The NSA has found a significant vulnerability in Windows known as CVE-2020-0601. This vulnerability is particularly nasty and impacts the Windows CryptoAPI. It provides bad actors multiple avenues to access your data or even gain control of your environment.
Here are just a few things this vulnerability exposes:
Spoof a code-signing cert and sign malicious code
Conduct a man-in-the-middle-attack
Allow confidential information to be de-crypted
This is a quick overview. The NSA has a much deeper breakdown of all that is exposed with this vulnerability. Looking at the list above should make you a little concerned, but how about a little more food for thought. The NSA!!!! An agency that sits on found exploits so they can use them in their own offensive tools decided this is bad enough to let us know about it.
There is some good news, however. A patch is already available. If your environment had Windows 10, Windows Server 16, or Windows Server 19, you might want to up your schedule for applying patches this time around.
Using PDQ Deploy and PDQ Inventory will let you push patching right away and let you see the results in real-time. Within minutes you will be able to start patching your systems and create a report that will let you see which systems are still needing it.
First, open PDQ Inventory and run a scan so it has all of the latest data. If you go to some of our prebuilt collections, you will see which Windows are out of date. As you can see we have two that are up to date, 39 that need to be updated (cut us some slack, updates just came out yesterday).
Now that we know what we need to update, let’s dive into the how!
Open PDQ Deploy and download the Windows update package. Click “Deploy Once” and we can point it to the collection we just used in PDQ Inventory, to make sure we get every computer up to date.
Hit “Deploy Now” and with one easy click, your systems are getting patched! Well, that was fun, and the time savings are crazy! I can hear the voice of millions of sysadmins groaning at the need to do this manually. Not to worry, we have you covered. Let’s set these up so PDQ Deploy can do the dirty work for you.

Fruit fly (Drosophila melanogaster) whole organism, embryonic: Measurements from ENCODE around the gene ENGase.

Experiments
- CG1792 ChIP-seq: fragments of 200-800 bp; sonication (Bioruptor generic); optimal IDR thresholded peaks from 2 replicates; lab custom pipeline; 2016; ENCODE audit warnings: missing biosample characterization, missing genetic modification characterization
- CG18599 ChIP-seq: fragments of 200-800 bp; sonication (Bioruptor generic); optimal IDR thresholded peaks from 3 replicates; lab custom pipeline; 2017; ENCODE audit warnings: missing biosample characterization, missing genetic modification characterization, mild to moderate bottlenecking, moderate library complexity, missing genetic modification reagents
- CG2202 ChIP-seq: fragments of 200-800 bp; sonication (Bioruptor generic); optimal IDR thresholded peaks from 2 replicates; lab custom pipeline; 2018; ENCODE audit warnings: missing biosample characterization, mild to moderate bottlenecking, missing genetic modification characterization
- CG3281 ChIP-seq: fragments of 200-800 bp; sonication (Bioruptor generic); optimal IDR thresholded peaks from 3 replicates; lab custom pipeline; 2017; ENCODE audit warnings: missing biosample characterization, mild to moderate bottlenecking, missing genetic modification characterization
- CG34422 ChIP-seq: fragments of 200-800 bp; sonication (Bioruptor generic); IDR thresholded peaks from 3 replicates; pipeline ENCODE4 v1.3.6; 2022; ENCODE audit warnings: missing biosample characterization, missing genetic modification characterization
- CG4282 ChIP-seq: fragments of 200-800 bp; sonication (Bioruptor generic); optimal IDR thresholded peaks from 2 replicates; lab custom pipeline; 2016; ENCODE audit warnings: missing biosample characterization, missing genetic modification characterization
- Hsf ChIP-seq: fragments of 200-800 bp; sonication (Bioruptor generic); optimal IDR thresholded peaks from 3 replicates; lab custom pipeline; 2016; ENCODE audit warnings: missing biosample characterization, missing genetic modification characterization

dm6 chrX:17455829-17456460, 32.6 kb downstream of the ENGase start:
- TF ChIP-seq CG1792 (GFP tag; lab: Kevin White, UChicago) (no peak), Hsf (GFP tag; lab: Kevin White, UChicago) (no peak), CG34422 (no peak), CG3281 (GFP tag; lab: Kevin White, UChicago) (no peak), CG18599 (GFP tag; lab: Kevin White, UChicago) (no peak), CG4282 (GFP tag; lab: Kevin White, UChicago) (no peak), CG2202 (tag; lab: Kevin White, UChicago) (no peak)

Double click on the package to view the options to set a delay on the Auto Download time. We have ours set to one day so that the day after the latest patch is released, we will be ready to send it out to our computers.
Now, the package will always be up-to-date for us, but we would still have to deploy it every time! That is like five to six mouse clicks per update. This is completely unreasonable and we won’t stand for it! Let’s set up a schedule so our systems will update everything without us needing to lift a finger. Open all schedules and click on the “New Schedule” button. Point the schedule to the same collection as before.Then, set up how often we want it to deploy and make sure that we leave the box checked that says “Stop Deploying to targets once they succeed.”
That is all there is to it. Now, you can kick back and do far more important things like play Frogger, take a nap, or even other work-related stuff. Whatever that is. I use all of my recovered time to write my spy thriller. It’s about a sysadmin who solves cold cases with his superhuman PowerShell skills. Trust me it’s a nail biter. Whatever it is you do, you can now do a lot more of it. You’re welcome.
Here is a link to a video with Lex showing how to fix this issue Windows 10 Crypto Bug (CVE-2020-0601).
Stay patched my friends.